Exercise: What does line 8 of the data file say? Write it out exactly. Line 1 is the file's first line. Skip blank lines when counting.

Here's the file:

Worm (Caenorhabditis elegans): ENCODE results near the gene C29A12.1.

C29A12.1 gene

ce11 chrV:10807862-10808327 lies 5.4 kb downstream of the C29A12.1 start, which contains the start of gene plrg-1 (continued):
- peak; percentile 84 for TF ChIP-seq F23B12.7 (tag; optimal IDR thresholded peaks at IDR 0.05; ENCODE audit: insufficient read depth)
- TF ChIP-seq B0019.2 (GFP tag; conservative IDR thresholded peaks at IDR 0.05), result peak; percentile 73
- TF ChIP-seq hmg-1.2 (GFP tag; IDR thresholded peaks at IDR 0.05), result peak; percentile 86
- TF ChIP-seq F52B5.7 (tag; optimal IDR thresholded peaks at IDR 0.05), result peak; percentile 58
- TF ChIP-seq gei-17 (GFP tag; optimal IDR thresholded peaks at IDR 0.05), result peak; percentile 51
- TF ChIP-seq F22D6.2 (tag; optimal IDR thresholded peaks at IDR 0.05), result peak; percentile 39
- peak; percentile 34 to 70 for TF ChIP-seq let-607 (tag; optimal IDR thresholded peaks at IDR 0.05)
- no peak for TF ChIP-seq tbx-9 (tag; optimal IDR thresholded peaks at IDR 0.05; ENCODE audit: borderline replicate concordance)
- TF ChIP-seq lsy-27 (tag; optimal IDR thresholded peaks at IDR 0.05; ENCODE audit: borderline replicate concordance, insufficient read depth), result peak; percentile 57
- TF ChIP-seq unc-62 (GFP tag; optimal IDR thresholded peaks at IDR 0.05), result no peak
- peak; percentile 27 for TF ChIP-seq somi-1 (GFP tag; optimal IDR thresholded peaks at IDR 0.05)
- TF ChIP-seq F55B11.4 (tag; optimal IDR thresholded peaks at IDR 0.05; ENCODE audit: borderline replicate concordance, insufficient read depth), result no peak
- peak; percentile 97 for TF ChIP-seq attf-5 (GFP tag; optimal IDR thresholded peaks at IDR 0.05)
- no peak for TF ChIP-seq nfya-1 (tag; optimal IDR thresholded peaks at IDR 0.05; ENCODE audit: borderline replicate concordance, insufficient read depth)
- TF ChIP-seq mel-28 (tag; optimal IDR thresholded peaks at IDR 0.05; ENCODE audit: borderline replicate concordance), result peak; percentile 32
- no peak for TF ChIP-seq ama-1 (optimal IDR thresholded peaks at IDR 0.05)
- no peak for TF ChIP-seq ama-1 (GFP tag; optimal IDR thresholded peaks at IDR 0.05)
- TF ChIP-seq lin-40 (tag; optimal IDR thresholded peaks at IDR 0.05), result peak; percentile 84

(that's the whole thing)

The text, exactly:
- TF ChIP-seq gei-17 (GFP tag; optimal IDR thresholded peaks at IDR 0.05), result peak; percentile 51